Gene Hackman as “Buck” Barrow, Depression-era ex-convict looking to go straight
Joplin, Missouri, Spring 1933
Film: Bonnie & Clyde
Release Date: August 13, 1967
Director: Arthur Penn
Costume Designer: Theadora Van Runkle
BAMF Style’s been focusing a lot on law-abiding BAMFs lately, and – while their behavior may be admirable – it’s always welcome to shift back to characters with murkier legal histories. 1967’s Bonnie and Clyde is stylish in many regards, including the rugged outlaw style sported by Clyde’s older brother Buck, played charmingly by Gene Hackman in his first major on-screen role.
The real Marvin Barrow (aka “Buck”) was born in March 1903, making him six years older than his more infamous little brother Clyde. (Similarly, Gene Hackman is seven years older than Warren Beatty.) Buck had a reputation with local West Texas police as a tough scoundrel who never shied away from crime, although he didn’t display the psychopathic traits for which Clyde would be so feared by lawmen across the South and Midwest. Never more than a petty thief in the eyes of Dallas cops, Buck’s most notable early crime was just before Christmas 1926 when he and a 17-year-old Clyde were arrested with a truck full of stolen turkeys which they intended to sell for the holidays. Buck characteristically took the rap for he and Clyde and spent a week in jail.
Over the next three years, Buck continued making ends meet with the occasional odd job and the more occasional car theft. In November 1929, he met and instantly fell in love with Blanche Caldwell, a lovely preacher’s daughter from Oklahoma. Two weeks later, he was in police custody after a failed robbery in Denton where Clyde again left his older brother to pay the piper while the wily younger Barrow brother scrambled off to relative safety. As Buck began his sentence in the Texas State Prison, Clyde met a vulnerable young waitress from Rowena, and criminal history was made.
March 1930 was an eventful month for both the Barrow brothers and the lawmen who had been hounding them. During his budding romance with Bonnie Parker the previous month, Clyde was embarrassingly arrested at her mother’s home and sent to Waco to face charges. On March 5, Clyde was given two 7-year terms in the Texas State Prison in Huntsville. The only potential upside of this for the young criminal was that he would get to see his older brother Buck. However, Buck took the opportunity on March 8 to escape from the Huntsville pen by hopping into a guard’s car and making for Dallas. Three days later, Clyde himself would pull off an escape with the help of a reluctant Bonnie and an old .32 revolver.
Buck reunited with Blanche, and she became his third wife on July 3, 1931. Although later portrayed as an uptight shrew who couldn’t abide her husband’s criminal past, she actually would later admit to author John Neal Phillips that he had been very forthright with her about his career and that she had even participated in a few robberies with him. The criminal life doesn’t suit her, however, and she joins Buck’s mother Cumie in a campaign to convince him to return to prison and fulfill his four-year sentence to allow them to live a more peaceful life.
After spending Christmas with his family, Buck shocked the Huntsville warden when he drove up to the main prison facility of the Texas State Penitentiary and announced that he was back to complete his sentence after 21 months on the run. His only request was a safe assignment inside “the Walls” of Huntsville rather than a prison farm like Eastham, especially since his legs still bothered him after being wounded in the 1929 Denton robbery. Impressed prison officials gave Buck the placement he suggests and don’t add any additional time for the escape to his sentence. Cumie and Blanche again teamed up to petition the governor’s office for a parole on Buck’s behalf.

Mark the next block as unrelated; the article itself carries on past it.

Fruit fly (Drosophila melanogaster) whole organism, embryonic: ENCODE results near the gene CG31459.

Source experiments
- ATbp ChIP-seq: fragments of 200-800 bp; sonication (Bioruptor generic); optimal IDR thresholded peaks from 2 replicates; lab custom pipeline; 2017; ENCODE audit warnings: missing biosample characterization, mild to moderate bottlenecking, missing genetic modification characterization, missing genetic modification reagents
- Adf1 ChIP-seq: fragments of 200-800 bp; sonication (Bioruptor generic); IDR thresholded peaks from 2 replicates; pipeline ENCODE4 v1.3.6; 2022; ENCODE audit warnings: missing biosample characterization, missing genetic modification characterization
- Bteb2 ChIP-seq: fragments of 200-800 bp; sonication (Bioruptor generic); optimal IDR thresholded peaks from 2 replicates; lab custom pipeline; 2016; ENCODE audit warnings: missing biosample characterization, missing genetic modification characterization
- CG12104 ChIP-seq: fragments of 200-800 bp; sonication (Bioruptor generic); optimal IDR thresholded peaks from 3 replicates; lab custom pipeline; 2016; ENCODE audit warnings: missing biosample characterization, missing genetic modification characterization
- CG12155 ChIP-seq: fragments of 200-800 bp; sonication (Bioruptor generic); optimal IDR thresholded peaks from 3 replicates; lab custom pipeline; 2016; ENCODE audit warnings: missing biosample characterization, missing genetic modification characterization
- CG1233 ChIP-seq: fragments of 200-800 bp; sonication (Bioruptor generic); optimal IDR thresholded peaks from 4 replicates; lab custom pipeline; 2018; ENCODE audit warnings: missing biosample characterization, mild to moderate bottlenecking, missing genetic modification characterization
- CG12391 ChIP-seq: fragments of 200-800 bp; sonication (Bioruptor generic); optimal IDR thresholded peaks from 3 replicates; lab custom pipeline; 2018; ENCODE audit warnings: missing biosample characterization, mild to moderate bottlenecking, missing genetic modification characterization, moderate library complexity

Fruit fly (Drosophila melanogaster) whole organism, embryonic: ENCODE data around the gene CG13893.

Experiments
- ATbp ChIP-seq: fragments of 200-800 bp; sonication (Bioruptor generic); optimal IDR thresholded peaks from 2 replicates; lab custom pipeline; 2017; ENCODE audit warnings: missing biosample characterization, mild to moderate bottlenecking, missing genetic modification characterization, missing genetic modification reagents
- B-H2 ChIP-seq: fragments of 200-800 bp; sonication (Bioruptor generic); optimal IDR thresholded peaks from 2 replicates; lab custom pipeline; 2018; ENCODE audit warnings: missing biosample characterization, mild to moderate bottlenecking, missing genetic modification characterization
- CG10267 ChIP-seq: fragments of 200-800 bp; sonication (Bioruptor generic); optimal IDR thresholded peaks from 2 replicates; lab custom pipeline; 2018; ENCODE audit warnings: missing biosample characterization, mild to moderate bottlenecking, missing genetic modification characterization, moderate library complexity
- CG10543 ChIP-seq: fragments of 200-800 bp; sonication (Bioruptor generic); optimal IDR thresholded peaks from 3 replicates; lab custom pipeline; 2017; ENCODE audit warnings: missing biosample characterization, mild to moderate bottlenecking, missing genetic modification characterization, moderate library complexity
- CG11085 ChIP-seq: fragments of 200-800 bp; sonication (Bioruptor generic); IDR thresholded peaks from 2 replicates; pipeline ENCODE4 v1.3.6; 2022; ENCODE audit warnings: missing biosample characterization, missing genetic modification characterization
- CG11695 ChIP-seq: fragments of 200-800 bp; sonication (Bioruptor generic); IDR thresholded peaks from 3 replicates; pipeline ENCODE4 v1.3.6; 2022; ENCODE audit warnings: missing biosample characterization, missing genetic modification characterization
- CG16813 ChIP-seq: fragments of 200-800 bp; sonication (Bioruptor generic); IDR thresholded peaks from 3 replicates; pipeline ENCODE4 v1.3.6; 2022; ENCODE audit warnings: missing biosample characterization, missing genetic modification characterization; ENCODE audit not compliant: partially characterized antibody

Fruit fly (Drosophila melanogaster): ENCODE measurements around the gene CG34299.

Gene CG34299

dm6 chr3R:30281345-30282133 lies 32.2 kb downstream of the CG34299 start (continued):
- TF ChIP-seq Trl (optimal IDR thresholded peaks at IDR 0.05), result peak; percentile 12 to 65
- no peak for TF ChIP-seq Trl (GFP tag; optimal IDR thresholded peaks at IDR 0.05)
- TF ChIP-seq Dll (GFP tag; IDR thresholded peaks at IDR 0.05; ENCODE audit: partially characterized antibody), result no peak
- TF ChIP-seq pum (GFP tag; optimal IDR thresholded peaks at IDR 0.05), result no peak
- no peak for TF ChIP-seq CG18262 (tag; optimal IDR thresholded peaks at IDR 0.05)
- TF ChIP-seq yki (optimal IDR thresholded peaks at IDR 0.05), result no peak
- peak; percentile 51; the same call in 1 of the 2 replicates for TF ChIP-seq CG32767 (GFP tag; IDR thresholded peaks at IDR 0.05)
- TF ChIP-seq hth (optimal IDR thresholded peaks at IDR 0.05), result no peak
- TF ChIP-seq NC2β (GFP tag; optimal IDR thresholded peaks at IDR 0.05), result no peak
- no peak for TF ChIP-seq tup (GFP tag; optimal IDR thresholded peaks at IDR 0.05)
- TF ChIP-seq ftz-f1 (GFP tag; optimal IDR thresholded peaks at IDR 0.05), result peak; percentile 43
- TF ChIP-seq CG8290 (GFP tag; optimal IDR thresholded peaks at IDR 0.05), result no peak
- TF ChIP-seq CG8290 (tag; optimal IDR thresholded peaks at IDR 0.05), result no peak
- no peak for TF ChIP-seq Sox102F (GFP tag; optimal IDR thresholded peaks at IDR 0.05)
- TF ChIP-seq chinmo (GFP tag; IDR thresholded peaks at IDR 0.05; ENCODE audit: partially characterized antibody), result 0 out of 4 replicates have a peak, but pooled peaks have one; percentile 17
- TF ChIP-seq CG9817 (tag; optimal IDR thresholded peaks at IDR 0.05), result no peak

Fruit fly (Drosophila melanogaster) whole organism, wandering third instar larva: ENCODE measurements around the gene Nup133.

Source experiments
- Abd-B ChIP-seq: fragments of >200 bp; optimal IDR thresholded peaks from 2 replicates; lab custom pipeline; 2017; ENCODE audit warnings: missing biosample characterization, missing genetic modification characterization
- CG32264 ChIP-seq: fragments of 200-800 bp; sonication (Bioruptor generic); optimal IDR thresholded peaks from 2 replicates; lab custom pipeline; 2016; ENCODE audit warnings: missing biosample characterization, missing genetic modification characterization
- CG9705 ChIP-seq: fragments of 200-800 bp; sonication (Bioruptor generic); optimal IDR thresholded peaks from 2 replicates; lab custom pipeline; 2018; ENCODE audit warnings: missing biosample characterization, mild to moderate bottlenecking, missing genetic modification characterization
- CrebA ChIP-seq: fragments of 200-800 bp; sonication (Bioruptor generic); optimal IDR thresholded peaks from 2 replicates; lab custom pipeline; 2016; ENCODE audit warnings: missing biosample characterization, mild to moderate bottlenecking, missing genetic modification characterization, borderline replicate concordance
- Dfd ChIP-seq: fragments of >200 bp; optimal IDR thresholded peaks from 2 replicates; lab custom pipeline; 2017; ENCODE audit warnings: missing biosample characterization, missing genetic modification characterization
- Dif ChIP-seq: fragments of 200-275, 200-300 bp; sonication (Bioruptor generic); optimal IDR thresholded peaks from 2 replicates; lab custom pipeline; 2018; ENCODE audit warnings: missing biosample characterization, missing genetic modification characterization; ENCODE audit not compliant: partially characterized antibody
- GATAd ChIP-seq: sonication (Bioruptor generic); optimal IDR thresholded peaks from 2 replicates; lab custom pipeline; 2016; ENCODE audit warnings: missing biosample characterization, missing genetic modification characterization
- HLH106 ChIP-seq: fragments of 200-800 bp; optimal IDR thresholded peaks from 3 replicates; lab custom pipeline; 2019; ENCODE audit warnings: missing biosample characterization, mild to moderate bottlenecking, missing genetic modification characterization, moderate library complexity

Despite Clyde’s growing notoriety at the time, Governor “Ma” Ferguson grants Buck a full pardon on March 23, 1933. He makes a brief stop home in West Dallas before heading to Denison to pick up Blanche and begin their lives together as free, law-abiding citizens.
The “happily ever after” story would have (and should have) ended there, but – unfortunately – Clyde returned to West Dallas the next day and learned from his family that Buck was paroled. Clyde jams his Ford’s pedal to the floor to make it to Wilmer by midnight to visit Buck and Blanche at her family’s farmhouse. After four hours of Blanche pleading for her husband not to team up with his murderous brother, Buck agrees to a “family reunion” in Joplin, Missouri, a town considered to be a safe haven for the era’s criminals. By dawn, Clyde, Bonnie, and their young “apprentice” W.D. Jones have left after making plans to meet up in Joplin. Blanche is allowed to bring her little dog Snow Ball. Ostensibly, Buck agrees to the trip on the condition that he will only be there to talk Clyde into following his example of giving himself up. Whether or not he knew subconsciously what would happen is unknown.
Four months after Buck’s pardon, he is bleeding from a grievous head wound in an abandoned amusement park in Dexter, Iowa, surrounded by his now-blinded wife and their three criminal confederates. The gang is bloodied and nearly beaten, and it is decided that Buck should be returned to West Dallas as quickly as possible so that he would at least be granted the comfort of dying at home.
On the morning of July 24, 1933, the gang is alerted to an approaching posse. Bonnie screams, and the entire gang – Blanche included – scrambles to grab weapons. The shooting commences with rapid fire from both the hidden lawmen and the exposed bandits. Blanche tries to shield Buck from any fire. Clyde determines that the only way he and Bonnie could be saved is to abandon his dying brother. Buck tries to convince Blanche to run on without him and makes a final stand against the posse, but he is shot five more times. Blanche cries out: “Stop, for god’s sake, stop! Don’t shoot anymore! You’ve already killed him!” Although he is mortally wounded, Buck would hang on for five more days before finally dying in a Dexter hospital.
What’d He Wear?
Hackman’s Buck reunites with Clyde in a comfortable traveling outfit that fits the character’s more practical, lighthearted nature. The primary garment of his early outfits is a distressed brown leather jacket that resembles the classic U.S. military A-2 flight jacket. The only notable difference between Buck’s jacket and the A-2 is the lack of epaulettes – or shoulder straps – on Buck’s coat. Given the natural distressed state of his leather, it’s both possible and likely that the version worn by Hackman in the film was made by a private contractor to meet personal military demand after the U.S. Army Air Force stopped officially issuing them in 1943.